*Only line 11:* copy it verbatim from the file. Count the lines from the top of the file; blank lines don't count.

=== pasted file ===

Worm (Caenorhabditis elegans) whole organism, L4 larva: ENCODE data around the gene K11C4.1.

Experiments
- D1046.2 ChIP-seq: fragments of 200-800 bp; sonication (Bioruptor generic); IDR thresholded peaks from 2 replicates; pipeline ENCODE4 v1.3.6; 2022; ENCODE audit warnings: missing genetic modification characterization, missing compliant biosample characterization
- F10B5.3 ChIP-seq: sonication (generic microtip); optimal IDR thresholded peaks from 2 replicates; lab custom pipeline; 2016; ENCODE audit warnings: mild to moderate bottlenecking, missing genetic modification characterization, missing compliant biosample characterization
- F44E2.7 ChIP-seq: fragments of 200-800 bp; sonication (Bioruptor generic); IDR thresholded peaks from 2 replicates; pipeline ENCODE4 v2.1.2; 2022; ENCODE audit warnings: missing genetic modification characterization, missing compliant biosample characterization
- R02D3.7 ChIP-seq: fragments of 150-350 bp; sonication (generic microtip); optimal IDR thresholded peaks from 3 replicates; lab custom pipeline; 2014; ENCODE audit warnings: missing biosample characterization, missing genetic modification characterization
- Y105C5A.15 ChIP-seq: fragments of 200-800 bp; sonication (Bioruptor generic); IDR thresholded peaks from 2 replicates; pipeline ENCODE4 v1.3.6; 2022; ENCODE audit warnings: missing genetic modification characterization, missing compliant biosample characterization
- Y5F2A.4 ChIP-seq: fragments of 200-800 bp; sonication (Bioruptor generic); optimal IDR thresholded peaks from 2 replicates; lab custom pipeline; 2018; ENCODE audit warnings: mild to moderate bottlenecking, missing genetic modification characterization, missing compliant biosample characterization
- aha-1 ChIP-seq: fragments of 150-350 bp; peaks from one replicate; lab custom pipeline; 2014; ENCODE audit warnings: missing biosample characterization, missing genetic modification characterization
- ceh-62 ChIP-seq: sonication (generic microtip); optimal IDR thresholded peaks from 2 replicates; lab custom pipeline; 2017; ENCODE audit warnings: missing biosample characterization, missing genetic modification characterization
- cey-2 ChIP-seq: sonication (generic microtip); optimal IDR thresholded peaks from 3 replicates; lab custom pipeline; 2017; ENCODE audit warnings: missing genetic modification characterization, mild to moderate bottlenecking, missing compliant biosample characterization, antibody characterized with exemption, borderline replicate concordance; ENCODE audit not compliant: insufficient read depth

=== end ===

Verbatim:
- cey-2 ChIP-seq: sonication (generic microtip); optimal IDR thresholded peaks from 3 replicates; lab custom pipeline; 2017; ENCODE audit warnings: missing genetic modification characterization, mild to moderate bottlenecking, missing compliant biosample characterization, antibody characterized with exemption, borderline replicate concordance; ENCODE audit not compliant: insufficient read depth